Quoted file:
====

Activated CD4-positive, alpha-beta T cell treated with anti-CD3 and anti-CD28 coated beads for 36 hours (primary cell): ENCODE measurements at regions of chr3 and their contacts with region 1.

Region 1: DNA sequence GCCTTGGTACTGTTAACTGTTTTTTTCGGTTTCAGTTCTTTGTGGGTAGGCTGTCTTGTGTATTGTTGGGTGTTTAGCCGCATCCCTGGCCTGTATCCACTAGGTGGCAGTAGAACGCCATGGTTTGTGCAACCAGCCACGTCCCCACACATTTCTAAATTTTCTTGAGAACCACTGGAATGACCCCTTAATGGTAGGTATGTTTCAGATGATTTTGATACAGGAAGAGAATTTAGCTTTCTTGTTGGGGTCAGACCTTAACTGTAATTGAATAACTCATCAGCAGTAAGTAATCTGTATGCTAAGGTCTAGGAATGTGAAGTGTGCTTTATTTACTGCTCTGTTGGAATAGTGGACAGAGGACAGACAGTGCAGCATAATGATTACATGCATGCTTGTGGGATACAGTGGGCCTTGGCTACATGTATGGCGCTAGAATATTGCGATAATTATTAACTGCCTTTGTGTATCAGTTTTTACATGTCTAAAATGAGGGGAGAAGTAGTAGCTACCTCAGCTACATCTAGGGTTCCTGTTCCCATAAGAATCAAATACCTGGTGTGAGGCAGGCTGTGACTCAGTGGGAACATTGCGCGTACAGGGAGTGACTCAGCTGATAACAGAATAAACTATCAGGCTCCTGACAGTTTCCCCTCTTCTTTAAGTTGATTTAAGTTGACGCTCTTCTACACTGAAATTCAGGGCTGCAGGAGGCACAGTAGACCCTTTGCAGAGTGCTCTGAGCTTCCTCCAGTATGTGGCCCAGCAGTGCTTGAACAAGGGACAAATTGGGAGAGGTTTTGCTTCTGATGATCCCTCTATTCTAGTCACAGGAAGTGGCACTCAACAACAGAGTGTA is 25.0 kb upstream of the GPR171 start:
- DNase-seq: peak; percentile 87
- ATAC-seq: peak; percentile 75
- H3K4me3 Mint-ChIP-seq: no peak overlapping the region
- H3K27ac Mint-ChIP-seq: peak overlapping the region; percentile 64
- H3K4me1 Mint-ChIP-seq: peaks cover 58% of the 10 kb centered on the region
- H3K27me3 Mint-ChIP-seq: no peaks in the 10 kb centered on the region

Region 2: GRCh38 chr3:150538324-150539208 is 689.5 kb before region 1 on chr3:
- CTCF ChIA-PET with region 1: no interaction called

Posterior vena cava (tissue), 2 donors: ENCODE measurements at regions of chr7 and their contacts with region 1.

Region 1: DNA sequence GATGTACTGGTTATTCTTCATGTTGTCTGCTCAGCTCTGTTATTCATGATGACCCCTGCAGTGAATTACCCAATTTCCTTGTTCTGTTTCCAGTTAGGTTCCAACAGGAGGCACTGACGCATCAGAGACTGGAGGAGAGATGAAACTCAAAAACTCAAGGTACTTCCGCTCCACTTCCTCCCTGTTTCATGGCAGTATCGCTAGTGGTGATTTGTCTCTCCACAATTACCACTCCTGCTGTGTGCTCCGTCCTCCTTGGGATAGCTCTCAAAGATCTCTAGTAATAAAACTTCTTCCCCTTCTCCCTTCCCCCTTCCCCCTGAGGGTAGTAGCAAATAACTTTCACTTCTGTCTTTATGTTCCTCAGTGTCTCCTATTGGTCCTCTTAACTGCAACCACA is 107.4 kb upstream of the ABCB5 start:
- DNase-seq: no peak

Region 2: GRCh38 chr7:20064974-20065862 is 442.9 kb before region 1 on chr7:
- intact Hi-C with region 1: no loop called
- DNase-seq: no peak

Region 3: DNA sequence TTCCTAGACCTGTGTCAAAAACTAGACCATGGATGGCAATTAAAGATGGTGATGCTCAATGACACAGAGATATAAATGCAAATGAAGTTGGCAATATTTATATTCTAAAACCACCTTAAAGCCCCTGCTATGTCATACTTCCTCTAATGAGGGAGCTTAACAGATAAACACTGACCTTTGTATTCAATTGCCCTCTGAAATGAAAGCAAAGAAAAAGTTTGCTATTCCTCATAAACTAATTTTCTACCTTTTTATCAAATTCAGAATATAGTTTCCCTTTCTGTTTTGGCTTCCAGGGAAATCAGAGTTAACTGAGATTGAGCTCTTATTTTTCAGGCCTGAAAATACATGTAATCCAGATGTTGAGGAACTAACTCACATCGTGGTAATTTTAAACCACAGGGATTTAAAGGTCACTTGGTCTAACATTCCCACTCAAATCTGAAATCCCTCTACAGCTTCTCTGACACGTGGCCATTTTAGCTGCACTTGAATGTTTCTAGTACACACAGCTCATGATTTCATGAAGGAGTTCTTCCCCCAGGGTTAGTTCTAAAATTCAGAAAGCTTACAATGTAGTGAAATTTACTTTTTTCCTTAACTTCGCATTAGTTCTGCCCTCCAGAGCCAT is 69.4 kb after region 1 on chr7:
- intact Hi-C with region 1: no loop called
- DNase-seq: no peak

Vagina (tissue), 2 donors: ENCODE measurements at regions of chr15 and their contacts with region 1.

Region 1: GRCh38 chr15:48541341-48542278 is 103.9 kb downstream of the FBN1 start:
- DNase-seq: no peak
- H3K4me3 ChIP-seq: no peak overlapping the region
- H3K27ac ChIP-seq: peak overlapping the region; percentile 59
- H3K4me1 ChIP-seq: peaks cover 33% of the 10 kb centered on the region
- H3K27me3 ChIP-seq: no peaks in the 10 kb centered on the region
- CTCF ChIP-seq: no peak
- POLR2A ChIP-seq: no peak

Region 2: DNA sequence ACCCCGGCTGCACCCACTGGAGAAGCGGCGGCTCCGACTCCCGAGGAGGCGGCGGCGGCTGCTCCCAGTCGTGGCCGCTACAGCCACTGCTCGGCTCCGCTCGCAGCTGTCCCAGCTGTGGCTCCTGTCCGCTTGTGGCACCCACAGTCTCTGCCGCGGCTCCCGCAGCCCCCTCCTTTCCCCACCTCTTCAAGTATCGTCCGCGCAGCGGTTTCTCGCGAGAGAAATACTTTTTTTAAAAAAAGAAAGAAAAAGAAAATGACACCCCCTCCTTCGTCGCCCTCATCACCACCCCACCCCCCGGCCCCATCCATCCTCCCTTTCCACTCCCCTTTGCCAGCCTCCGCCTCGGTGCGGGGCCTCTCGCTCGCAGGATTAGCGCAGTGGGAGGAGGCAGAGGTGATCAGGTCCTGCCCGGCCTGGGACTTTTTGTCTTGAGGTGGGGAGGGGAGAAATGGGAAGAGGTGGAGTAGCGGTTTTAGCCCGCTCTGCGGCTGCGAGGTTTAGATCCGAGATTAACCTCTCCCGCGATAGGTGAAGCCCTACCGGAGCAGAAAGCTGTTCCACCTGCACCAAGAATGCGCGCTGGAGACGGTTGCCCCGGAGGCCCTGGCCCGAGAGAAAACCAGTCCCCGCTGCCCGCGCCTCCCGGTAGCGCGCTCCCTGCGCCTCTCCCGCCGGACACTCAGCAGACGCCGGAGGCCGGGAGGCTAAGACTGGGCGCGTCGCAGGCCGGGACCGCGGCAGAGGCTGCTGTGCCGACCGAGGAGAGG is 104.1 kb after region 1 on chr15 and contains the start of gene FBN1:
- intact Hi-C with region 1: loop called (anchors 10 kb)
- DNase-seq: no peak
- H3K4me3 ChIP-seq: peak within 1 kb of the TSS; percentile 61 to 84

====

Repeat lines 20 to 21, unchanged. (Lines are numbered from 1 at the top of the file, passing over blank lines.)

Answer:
Vagina (tissue), 2 donors: ENCODE measurements at regions of chr15 and their contacts with region 1.

Region 1: GRCh38 chr15:48541341-48542278 is 103.9 kb downstream of the FBN1 start: